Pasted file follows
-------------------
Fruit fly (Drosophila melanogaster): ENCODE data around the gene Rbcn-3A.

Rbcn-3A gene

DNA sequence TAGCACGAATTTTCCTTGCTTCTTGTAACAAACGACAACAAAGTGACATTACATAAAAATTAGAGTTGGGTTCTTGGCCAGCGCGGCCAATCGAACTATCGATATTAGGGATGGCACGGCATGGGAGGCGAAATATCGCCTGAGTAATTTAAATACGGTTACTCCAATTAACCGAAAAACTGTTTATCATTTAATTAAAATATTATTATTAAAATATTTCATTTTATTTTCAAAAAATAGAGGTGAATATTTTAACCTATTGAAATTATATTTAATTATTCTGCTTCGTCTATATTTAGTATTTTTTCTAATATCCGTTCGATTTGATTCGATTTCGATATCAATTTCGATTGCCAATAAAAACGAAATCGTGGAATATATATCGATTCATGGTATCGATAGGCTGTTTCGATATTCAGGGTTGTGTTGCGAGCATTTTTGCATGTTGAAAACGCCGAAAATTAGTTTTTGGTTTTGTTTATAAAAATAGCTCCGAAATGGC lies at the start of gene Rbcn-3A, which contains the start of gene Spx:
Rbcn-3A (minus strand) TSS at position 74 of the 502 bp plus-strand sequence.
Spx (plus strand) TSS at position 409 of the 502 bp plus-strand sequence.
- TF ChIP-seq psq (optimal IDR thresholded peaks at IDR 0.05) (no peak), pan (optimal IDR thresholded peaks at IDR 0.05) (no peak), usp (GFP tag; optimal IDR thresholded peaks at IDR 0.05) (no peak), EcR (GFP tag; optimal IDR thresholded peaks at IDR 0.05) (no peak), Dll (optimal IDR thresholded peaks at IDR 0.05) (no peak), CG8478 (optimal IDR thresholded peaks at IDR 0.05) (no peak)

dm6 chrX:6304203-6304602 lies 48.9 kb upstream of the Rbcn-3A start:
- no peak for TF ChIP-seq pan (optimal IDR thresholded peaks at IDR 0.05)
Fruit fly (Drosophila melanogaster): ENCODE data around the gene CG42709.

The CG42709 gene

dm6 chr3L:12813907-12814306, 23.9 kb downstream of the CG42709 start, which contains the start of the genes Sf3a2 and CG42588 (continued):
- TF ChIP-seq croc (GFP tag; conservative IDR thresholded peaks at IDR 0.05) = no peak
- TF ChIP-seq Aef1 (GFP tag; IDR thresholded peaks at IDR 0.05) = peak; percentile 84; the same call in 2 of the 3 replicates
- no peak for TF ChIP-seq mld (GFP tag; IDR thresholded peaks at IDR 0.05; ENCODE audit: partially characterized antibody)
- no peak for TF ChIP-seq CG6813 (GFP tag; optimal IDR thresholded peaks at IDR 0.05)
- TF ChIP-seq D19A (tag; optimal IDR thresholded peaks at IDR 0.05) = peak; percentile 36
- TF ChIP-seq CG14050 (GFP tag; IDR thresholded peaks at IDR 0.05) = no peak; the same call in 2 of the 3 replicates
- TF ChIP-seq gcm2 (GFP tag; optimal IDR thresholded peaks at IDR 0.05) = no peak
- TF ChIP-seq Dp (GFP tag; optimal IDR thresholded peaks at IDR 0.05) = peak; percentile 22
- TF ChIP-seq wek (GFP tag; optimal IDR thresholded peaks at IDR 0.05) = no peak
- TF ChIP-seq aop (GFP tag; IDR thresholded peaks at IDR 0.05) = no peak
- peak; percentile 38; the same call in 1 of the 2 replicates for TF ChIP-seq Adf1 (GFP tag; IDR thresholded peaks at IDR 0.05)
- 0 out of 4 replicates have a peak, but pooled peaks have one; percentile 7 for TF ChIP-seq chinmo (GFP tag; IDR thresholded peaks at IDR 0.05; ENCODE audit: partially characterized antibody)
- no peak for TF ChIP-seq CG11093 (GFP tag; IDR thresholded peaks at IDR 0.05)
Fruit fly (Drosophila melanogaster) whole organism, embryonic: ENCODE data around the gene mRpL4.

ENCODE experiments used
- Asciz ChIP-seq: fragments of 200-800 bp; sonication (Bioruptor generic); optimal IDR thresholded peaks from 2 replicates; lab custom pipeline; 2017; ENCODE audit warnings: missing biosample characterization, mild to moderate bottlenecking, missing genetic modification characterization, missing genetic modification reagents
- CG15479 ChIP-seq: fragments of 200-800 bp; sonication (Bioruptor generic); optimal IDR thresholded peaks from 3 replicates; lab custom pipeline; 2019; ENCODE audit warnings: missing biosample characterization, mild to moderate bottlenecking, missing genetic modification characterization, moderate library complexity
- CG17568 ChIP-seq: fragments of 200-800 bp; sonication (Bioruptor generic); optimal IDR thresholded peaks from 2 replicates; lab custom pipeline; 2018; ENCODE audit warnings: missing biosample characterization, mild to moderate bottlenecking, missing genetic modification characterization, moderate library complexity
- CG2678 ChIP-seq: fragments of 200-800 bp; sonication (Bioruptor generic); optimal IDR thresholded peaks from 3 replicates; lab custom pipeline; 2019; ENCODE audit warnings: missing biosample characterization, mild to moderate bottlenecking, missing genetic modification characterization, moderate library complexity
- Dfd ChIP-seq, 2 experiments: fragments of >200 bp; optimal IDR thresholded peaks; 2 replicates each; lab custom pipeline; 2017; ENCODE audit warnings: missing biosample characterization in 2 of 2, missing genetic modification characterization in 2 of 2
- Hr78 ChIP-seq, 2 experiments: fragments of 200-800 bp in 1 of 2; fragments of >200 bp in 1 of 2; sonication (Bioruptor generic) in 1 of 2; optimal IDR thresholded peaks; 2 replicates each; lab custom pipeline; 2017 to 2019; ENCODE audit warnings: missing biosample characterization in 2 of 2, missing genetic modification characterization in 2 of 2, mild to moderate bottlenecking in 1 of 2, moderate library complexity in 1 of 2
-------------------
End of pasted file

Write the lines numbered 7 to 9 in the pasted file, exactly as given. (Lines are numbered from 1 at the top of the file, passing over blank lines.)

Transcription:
dm6 chrX:6304203-6304602 lies 48.9 kb upstream of the Rbcn-3A start:
- no peak for TF ChIP-seq pan (optimal IDR thresholded peaks at IDR 0.05)
Fruit fly (Drosophila melanogaster): ENCODE data around the gene CG42709.